Analysis: Understanding the Risks of Nonparticipation in Philanthropy
By Daniel Parks
Many examples testify to the fact that when a philanthropic program doesn’t include beneficiaries in its decision-making processes—nonparticipation—it exposes itself to risks that reduce its likelihood of success. These risks include functional risks related to program efficiency and effectiveness, and ethical risks related to the morality of the program and its effects.
The root of nonparticipation’s functional risks is most often the use of bad information, which may come from an inaccurate or incomplete understanding of the program’s intended beneficiaries and the challenges they face. The likely consequences are inefficiency at best or counterproductivity at worst. The root of most ethical risks is the undemocratic exclusion of intended beneficiaries from matters that directly affect their lives. The likely consequence of nonparticipation’s ethical risks is that the philanthropic program amounts to an immoral enterprise, undemocratically doing harm to its intended beneficiaries.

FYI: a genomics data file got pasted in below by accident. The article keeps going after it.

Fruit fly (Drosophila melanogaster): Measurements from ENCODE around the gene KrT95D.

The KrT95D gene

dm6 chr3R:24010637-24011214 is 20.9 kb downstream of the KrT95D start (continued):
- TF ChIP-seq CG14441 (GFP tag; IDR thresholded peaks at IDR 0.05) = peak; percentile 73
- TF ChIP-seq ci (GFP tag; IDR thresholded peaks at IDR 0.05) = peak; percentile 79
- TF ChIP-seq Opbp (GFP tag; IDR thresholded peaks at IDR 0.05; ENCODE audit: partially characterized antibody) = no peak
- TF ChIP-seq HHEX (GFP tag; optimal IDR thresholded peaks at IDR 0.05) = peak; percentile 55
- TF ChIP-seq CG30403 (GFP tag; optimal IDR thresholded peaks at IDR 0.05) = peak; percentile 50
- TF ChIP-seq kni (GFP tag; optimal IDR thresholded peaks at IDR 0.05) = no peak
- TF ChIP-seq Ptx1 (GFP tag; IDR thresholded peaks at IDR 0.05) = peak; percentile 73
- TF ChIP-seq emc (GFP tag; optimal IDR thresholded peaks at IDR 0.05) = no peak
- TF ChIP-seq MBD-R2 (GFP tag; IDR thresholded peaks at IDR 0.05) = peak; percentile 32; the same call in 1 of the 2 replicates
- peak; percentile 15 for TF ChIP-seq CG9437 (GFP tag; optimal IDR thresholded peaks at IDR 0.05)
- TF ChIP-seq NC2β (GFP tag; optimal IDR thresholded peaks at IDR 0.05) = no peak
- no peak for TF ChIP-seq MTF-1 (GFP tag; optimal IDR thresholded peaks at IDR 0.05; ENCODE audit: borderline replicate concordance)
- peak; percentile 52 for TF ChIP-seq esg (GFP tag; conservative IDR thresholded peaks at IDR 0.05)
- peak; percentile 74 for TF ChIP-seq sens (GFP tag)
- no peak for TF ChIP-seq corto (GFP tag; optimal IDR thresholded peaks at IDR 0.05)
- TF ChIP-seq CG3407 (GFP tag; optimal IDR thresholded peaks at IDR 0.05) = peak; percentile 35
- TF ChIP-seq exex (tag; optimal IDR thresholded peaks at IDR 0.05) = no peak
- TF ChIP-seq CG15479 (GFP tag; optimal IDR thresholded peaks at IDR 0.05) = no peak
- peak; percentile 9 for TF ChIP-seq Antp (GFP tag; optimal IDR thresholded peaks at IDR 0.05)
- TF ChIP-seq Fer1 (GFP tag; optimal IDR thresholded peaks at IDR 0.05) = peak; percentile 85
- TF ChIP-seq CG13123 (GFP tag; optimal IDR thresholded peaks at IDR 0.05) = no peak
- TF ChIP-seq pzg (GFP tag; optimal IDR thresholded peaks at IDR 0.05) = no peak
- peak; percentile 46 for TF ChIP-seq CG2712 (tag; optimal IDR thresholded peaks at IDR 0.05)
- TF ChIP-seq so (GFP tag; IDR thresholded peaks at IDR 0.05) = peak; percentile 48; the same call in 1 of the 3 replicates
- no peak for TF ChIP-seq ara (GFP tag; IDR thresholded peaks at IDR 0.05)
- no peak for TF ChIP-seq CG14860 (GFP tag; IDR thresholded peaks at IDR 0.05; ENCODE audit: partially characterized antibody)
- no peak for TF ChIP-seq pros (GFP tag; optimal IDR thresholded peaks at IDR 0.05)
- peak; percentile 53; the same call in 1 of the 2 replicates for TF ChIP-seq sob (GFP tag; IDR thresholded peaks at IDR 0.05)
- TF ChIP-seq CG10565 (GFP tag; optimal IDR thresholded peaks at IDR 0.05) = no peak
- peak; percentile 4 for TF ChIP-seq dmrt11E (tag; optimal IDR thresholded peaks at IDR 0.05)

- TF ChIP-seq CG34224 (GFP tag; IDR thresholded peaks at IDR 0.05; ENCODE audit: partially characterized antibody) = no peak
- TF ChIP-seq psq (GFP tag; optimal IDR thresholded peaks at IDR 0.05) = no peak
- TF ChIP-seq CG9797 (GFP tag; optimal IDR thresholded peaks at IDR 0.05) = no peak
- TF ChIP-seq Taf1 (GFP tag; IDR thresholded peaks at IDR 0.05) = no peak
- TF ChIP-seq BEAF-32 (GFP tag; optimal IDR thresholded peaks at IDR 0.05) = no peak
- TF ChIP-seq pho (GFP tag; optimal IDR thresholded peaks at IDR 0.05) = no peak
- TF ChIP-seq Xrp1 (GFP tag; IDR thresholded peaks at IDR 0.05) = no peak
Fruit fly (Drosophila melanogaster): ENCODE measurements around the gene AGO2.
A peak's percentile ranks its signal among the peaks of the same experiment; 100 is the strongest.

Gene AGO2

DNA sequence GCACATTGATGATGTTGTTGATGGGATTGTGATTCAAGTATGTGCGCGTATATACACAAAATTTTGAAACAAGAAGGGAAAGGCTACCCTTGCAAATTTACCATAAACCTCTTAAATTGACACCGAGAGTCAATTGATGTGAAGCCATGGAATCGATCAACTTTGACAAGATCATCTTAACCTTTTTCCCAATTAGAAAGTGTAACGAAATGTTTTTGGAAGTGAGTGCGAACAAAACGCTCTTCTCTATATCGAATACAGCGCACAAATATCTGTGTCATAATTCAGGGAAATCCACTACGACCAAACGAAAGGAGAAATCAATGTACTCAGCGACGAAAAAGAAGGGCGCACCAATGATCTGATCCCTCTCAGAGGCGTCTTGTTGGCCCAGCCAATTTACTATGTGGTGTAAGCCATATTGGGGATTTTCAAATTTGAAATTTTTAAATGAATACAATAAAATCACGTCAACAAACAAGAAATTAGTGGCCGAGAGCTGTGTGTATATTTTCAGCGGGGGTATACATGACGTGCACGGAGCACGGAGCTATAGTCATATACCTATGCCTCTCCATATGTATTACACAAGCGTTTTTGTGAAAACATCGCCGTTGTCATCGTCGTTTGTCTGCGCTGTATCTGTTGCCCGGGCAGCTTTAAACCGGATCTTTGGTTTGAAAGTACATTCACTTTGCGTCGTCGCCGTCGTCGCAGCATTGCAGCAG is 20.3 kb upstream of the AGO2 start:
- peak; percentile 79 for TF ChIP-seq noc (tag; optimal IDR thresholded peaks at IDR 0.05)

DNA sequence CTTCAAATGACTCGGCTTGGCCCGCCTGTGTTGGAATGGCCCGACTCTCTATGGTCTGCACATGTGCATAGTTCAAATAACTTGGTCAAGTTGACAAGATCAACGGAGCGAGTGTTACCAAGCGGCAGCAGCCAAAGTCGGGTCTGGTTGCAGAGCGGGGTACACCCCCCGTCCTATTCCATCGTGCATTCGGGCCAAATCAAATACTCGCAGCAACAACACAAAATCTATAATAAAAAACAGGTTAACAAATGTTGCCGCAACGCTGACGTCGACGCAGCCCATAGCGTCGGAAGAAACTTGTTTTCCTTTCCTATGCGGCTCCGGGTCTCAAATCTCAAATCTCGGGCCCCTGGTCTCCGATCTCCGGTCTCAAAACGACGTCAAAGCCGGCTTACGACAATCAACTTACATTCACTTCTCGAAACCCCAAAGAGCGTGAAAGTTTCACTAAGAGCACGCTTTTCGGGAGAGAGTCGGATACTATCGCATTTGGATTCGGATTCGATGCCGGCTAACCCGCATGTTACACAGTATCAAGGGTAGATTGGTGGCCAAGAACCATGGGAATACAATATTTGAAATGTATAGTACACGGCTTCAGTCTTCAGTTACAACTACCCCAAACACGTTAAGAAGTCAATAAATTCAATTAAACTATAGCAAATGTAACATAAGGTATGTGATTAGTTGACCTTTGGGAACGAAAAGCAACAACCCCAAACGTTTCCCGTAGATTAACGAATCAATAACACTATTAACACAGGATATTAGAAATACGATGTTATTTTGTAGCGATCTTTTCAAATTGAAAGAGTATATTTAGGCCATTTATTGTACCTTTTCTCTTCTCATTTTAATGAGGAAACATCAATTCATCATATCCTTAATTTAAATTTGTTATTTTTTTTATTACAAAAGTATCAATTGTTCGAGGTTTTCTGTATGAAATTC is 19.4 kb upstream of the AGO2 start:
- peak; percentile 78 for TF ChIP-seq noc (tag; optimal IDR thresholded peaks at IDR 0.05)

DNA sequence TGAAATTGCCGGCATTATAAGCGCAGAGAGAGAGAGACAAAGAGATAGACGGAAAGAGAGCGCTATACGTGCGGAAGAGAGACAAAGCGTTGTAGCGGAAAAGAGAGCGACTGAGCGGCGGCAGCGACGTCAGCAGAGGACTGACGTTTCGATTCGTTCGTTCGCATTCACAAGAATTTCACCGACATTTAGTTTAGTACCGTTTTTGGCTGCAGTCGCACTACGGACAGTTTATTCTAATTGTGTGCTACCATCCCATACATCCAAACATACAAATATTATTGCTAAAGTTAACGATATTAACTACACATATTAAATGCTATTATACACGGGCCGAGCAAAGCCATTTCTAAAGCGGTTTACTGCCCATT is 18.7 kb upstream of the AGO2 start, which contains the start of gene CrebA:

Consider the infamous example of PlayPumps International, an NGO that in the mid-2000s connected children’s merry-go-rounds to water pumps throughout rural Africa, with the aim of providing clean water to remote communities. In due time, a UNICEF report made it clear that access to clean water for these remote communities was contingent on an unintended form of community labor rather than play; that PlayPumps were replacing existing handpumps without community consultation; and that some pumps were reportedly installed on unsuitable sites, fell quickly into disrepair, and often failed to receive promised maintenance.
Source: Stanford Social Innovation Review (link opens in a new window)
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